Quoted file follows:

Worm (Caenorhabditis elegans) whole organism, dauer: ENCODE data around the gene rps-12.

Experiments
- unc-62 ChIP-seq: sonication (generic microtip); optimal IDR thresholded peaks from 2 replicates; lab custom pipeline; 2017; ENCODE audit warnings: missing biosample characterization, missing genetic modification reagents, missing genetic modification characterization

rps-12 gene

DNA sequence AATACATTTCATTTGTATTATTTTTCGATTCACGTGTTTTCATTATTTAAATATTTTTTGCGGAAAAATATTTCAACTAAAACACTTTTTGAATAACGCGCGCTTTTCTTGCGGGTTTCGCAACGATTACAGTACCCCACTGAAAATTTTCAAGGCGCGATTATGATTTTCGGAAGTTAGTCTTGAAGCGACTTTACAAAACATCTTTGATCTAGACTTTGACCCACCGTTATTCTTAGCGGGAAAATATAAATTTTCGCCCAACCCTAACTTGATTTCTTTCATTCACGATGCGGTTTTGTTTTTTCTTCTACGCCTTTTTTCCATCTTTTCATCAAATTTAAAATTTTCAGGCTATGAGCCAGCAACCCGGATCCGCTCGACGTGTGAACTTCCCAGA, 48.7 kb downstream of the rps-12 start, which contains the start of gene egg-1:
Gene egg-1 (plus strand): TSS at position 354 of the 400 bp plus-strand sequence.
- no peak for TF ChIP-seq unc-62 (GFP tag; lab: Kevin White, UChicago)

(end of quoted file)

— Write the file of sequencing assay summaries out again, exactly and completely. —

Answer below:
Worm (Caenorhabditis elegans) whole organism, dauer: ENCODE data around the gene rps-12.

Experiments
- unc-62 ChIP-seq: sonication (generic microtip); optimal IDR thresholded peaks from 2 replicates; lab custom pipeline; 2017; ENCODE audit warnings: missing biosample characterization, missing genetic modification reagents, missing genetic modification characterization

rps-12 gene

DNA sequence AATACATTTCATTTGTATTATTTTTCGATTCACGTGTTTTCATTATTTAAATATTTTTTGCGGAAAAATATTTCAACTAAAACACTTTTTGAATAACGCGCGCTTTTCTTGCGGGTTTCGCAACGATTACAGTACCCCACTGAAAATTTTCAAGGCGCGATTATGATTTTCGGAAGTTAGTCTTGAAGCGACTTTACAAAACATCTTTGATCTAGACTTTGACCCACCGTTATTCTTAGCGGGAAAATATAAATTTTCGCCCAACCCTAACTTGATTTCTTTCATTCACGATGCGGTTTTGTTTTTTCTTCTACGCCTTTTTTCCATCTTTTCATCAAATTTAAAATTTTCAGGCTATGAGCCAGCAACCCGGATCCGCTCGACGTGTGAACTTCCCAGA, 48.7 kb downstream of the rps-12 start, which contains the start of gene egg-1:
Gene egg-1 (plus strand): TSS at position 354 of the 400 bp plus-strand sequence.
- no peak for TF ChIP-seq unc-62 (GFP tag; lab: Kevin White, UChicago)